The researchers are working in collaboration with RCAM Technologies, a startup founded to develop concrete additive manufacturing for onshore and offshore wind energy technology, as well as the Floating Wind Technology Company.

Concrete pile anchor for floating wind turbines [Source: RCAM Technologies]

Construction of Houses

One of the most common yet most useful applications for 3D printing concrete is for the construction of houses. The walls of a small single-story house can now be constructed in as little as 12-24 hours using 3D printing, compared to the weeks-long construction process to make a similar-sized house using regular methods.

One company at the forefront of producing these small houses is the Austin-based startup ICON. In 2018, ICON became the first U.S. company to secure a building permit for a 3D printed home. Since then, the company has been constructing homes with its portable near-zero waste Vulcan II 3D printer. Their goal is to leverage 3D printing to provide underserved communities with customized 400-square-foot homes that are not only affordable but durable and built faster than ever. Currently, they have priced the houses at $10,000 for a single-story home but are trying to drive the cost down to $4,000 in the near future.

3D printed home by ICON [Source: ICON]

Manufacturers and designers utilizing concrete 3D printing may be eligible for R&D Tax Credits.

The Research & Development Tax Credit

Whether it’s used for creating and testing prototypes or for final production, 3D printing is a great indicator that R&D credit-eligible activities are taking place. Companies implementing this technology at any point should consider taking advantage of R&D Tax Credits.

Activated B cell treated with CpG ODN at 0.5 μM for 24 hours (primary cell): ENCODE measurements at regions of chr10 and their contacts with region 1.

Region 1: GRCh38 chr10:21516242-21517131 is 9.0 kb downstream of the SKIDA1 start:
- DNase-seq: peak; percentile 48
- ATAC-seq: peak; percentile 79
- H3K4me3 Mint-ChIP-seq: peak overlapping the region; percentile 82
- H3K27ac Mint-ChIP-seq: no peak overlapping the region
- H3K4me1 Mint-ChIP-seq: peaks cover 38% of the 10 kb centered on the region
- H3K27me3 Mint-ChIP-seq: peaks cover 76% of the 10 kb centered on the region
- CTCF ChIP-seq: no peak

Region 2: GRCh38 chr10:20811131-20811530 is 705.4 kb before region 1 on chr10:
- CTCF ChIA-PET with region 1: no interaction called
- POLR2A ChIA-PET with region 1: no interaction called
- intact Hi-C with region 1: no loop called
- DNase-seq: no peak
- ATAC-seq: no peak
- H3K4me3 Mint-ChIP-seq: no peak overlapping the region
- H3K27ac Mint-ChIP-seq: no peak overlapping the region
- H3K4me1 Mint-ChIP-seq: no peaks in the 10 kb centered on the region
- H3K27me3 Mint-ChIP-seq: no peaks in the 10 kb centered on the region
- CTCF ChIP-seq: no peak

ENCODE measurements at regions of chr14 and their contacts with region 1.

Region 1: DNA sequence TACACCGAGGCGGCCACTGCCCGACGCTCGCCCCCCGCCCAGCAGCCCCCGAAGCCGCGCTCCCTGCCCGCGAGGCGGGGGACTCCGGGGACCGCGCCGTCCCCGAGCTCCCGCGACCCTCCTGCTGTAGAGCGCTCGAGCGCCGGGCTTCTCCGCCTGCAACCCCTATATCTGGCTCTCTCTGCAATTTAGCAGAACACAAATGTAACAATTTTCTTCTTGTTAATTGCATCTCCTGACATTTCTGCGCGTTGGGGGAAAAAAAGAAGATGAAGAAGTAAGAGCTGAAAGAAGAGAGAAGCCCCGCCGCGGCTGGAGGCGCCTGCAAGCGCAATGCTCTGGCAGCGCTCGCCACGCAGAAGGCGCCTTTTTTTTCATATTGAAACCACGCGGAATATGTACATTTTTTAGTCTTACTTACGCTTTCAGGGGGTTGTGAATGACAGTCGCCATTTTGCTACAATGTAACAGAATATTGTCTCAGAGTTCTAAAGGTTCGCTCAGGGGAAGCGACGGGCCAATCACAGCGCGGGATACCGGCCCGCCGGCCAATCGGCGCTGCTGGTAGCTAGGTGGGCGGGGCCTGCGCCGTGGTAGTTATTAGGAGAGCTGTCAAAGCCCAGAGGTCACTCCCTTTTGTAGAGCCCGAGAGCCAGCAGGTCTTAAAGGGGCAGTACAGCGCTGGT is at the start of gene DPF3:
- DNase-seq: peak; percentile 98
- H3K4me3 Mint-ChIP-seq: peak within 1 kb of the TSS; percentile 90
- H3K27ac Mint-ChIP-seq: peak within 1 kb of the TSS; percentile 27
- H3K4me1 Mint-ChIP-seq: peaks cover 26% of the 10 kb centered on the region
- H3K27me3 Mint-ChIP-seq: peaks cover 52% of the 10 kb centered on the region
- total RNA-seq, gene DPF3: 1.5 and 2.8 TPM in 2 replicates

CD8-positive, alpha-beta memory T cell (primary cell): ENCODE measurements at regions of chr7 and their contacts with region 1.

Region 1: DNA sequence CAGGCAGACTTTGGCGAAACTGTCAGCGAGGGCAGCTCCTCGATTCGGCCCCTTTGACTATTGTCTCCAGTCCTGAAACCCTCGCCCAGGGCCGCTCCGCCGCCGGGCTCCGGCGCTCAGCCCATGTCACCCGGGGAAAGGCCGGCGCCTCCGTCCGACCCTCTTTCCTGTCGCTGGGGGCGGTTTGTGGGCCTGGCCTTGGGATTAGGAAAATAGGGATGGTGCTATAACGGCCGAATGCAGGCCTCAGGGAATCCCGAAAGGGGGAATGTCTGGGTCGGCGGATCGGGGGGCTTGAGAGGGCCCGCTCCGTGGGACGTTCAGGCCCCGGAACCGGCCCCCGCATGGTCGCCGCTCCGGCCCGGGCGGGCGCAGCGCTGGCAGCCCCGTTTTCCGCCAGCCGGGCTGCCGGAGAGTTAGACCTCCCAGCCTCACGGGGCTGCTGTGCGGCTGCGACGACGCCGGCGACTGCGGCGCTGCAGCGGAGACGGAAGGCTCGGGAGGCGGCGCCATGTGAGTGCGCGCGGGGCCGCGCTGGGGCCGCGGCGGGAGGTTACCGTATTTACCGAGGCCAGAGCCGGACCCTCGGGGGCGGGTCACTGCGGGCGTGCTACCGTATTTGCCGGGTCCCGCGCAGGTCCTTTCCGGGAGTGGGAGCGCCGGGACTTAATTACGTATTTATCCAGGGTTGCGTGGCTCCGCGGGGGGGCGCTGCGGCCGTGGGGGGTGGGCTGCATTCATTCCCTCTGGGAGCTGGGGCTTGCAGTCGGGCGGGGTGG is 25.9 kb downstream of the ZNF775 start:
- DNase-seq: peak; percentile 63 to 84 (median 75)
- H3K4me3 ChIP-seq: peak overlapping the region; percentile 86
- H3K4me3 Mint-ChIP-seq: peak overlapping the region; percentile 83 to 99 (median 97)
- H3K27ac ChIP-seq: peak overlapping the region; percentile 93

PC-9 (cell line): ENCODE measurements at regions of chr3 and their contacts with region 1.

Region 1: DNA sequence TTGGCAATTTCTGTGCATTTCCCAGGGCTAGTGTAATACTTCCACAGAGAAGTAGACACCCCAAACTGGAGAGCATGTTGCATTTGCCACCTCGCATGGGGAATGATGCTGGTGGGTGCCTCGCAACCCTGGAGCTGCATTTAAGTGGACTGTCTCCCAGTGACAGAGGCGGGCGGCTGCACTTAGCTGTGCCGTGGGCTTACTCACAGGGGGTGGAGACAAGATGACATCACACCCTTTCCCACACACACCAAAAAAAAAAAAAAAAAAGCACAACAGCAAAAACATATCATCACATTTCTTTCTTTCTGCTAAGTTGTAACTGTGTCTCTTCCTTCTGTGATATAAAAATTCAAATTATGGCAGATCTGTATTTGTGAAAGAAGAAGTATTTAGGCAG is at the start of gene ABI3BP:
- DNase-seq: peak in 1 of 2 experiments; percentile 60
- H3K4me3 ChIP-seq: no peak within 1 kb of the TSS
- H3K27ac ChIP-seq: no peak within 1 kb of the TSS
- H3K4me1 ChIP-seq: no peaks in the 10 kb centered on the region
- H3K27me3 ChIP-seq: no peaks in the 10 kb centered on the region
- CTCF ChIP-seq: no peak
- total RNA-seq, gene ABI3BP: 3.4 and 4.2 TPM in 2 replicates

Enacted in 1981, the now permanent Federal Research and Development (R&D) Tax Credit allows a credit that typically ranges from 4%-7% of eligible spending for new and improved products and processes. Qualified research must meet the following four criteria:

  • Must be technological in nature
  • Must be a component of the taxpayer’s business
  • Must represent R&D in the experimental sense and generally includes all such costs related to the development or improvement of a product or process
  • Must eliminate uncertainty through a process of experimentation that considers one or more alternatives

Eligible costs include US employee wages, cost of supplies consumed in the R&D process, cost of pre-production testing, US contract research expenses, and certain costs associated with developing a patent.

On December 18, 2015, President Obama signed the PATH Act, making the R&D Tax Credit permanent. Since 2016, the R&D credit can be used to offset Alternative Minimum Tax (AMT) or companies with revenue below $50MM and, startup businesses can obtain up to $250,000 per year in cash rebates that can be applied directly to payroll taxes.

Conclusion

3D printing concrete has improved the construction of a variety of different structures. With lower costs and faster turnover, it more efficient than traditional methods of concrete forming.